Future hanging in balance? Borneo orang-utan. Photo by Rhett Butler.
The study, published in the journal PLoS ONE, overlays orangutan distribution with land use regulations in Malaysian and Indonesian Borneo. Borneo has suffered high rates of deforestation, logging, and forest conversion for industrial plantations in recent decades, endangering the world’s largest surviving populations of orangutans.
The authors, led by orangutan specialist Sege Wich of Liverpool John Moores University, found that 78 percent of forest currently inhabited by orangutans in Borneo is unprotected. Of that 29 percent is under logging concessions, 25 percent is licensed for conversion to industrial oil palm and timber plantations, and 24 percent lies outside protected areas or concessions.
The researchers then modeled the impact of future land use on the distribution of orangutans. They estimate that under a business-as-usual scenario “at best only 51% of the current orang-utan distribution (in protected areas and logging concessions) would remain”. They warn that the reality however could be far worse due to hunting, which is a substantial cause of orangutan mortality in Indonesian Borneo but isn’t factored into the model. They also note further threats from industrial mining operations, which in Indonesia can be granted in nominally protected areas, and illegal encroachment into officially protected areas.
Conversion of logged forest to an oil palm plantation in Borneo. Photo by Rhett Butler.
But the researchers also ran a more optimistic scenario under which the Malaysian and Indonesian governments zone forests outside protected areas and current concessions for selective logging, which research suggests can maintain orangutan populations when done properly, rather than oil palm and timber plantations.
“There is now a large quantity of evidence indicating that selectively logged natural forests can play an important role in the conservation of orang-utan populations,” they write. “However, it is important to recognize that good management is crucial to the effectiveness of these concessions for orang-utan conservation. Concessions where timber is harvested at unsustainable rates tend to have far lower orang-utan densities, and other factors such as damage to residual stands and hunting control are also very important. Certification, for example through the principles and criteria of the Forest Stewardship Council (FSC), could guarantee such sustainable management.”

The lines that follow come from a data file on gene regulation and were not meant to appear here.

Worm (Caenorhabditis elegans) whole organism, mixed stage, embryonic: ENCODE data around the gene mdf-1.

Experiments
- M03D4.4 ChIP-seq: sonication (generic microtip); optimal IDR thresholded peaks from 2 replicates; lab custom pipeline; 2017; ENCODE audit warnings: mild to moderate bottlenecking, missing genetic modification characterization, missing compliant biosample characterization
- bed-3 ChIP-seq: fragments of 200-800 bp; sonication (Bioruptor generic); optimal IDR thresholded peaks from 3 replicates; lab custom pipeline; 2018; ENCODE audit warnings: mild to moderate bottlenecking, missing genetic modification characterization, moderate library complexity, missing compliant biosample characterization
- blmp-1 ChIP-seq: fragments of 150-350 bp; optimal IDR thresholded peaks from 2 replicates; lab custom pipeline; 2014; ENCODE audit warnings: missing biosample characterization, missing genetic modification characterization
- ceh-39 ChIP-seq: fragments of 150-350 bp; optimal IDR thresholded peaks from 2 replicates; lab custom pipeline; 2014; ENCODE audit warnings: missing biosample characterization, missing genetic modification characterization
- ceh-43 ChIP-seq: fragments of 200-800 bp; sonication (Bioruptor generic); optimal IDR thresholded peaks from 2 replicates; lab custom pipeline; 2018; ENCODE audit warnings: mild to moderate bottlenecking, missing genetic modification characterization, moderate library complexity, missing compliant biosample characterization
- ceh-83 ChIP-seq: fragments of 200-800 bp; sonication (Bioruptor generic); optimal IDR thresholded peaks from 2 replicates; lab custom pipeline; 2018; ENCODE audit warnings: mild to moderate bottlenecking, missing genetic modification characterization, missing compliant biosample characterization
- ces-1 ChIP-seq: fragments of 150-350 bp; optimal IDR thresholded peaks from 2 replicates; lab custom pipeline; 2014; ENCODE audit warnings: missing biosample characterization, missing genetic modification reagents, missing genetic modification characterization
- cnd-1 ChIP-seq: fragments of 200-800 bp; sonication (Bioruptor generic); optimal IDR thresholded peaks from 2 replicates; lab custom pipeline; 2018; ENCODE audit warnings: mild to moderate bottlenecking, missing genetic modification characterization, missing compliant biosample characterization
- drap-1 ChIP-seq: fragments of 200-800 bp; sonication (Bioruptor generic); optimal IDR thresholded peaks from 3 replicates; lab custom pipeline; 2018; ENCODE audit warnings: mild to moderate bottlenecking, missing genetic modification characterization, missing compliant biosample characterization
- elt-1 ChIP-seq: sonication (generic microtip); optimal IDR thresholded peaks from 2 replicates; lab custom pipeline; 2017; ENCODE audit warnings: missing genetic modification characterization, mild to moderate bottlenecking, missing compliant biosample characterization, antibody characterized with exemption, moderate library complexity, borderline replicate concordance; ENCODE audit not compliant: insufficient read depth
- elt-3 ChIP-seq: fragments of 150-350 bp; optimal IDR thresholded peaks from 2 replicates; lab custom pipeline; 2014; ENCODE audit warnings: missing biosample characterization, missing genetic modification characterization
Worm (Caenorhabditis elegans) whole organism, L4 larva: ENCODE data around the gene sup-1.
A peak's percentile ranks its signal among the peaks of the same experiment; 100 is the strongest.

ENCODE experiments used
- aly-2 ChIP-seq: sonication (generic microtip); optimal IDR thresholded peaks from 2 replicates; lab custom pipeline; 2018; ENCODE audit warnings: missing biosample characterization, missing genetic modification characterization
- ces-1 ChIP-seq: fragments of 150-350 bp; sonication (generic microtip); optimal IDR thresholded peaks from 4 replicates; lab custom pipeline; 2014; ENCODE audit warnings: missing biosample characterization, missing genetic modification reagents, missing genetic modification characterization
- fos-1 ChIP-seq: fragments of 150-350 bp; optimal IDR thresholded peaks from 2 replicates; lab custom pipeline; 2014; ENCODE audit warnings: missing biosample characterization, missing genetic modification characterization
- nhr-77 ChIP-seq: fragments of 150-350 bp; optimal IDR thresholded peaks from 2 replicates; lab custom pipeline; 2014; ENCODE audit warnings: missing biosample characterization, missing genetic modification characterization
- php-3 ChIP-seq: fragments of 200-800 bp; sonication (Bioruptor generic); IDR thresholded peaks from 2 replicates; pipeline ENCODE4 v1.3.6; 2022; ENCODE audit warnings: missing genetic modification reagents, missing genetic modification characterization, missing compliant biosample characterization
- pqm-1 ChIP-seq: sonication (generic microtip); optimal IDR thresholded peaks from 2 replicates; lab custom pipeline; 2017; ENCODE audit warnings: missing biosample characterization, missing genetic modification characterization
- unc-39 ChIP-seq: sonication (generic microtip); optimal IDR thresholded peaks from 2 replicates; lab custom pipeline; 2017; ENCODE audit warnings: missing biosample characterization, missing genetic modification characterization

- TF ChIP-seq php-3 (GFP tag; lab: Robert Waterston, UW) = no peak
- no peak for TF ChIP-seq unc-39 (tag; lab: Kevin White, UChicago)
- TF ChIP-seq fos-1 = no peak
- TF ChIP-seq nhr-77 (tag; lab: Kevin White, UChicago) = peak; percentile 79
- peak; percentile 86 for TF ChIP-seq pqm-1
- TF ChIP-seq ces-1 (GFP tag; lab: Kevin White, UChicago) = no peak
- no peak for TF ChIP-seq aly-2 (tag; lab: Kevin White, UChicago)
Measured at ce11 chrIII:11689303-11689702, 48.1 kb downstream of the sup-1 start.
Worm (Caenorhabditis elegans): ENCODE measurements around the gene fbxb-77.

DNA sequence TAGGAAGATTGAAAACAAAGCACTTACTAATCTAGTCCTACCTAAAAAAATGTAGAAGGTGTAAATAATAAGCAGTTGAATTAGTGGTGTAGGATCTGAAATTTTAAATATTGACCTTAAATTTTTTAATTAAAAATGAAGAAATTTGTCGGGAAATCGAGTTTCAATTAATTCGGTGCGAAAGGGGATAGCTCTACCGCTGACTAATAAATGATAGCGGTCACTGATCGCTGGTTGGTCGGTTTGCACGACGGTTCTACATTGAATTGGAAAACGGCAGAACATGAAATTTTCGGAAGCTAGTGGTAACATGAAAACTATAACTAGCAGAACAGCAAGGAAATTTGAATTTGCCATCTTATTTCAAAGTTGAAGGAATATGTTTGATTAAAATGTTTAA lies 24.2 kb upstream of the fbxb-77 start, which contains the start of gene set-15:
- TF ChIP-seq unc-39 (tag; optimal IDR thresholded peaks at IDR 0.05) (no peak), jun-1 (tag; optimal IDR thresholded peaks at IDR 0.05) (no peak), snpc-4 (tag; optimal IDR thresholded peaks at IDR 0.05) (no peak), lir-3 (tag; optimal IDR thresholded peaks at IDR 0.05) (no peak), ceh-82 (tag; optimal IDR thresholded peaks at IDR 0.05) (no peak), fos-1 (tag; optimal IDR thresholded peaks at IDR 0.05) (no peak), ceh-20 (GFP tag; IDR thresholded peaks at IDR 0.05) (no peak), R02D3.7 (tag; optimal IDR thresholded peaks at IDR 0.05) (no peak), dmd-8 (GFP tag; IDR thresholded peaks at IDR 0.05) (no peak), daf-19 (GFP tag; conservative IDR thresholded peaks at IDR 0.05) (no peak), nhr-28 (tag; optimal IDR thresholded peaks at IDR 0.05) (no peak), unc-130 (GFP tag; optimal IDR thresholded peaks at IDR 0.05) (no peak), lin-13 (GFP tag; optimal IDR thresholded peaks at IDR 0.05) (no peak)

“Selectively logged natural forest constitutes the highest percentage of the orang-utan distribution of any land-use type. Thus, the future of the species largely depends on the strength of the commitments by governments and companies to reduce deforestation and forest degradation rates in logging concessions and to maintain these forests for sustainable timber harvest over the long-term.”
Under this second scenario, “approximately 64% of the current orang-utan distribution would remain if all such forests, protected areas and logging concessions maintain orang-utans.”
Deramakot Forest Reserve, a Dipterocarp forest managed as an FSC-certified concession in Sabah, Malaysia. Deramakot is considered the “gold standard” for tropical forest management. Photo by Rhett Butler.
To avoid the worst outcome for orangutans, the paper argues for spatial planning that incorporates the best science and accounts for the value of ecosystem services afforded by healthy forests.
“To ensure long-term survival of orang-utans, a masterplan at the landscape level is needed that will consider all remaining viable populations as well as all the different land uses that are active within the orang-utan’s range. Such a master plan should clarify which possible land uses and managements are allowed in the landscape and provide new standardized strategic conservation policies (e.g., a policy for logging concession management in orang-utan areas),” they write.
“Such a process should make much better use of values of ecosystem services of forests such as water provision, flood control, carbon sequestration, and sources of livelihood for rural communities. Presently land use planning is more driven by vested interests and direct and immediate economic gains, rather than by approaches that take into consideration social equity and environmental sustainability. Both the Malaysian and Indonesian governments have committed to the long-term maintenance of natural capital, but this requires the use of scenarios that integrate the need for both economic growth and environmental and social sustainability when making land use decisions.”
CITATION: S.A. Wich et al. (2012) Understanding the Impacts of Land-Use Policies on a Threatened Species: Is There a Future for the Bornean Orang-utan? PLoS ONE 7(11): e49142. doi:10.1371/journal.pone.0049142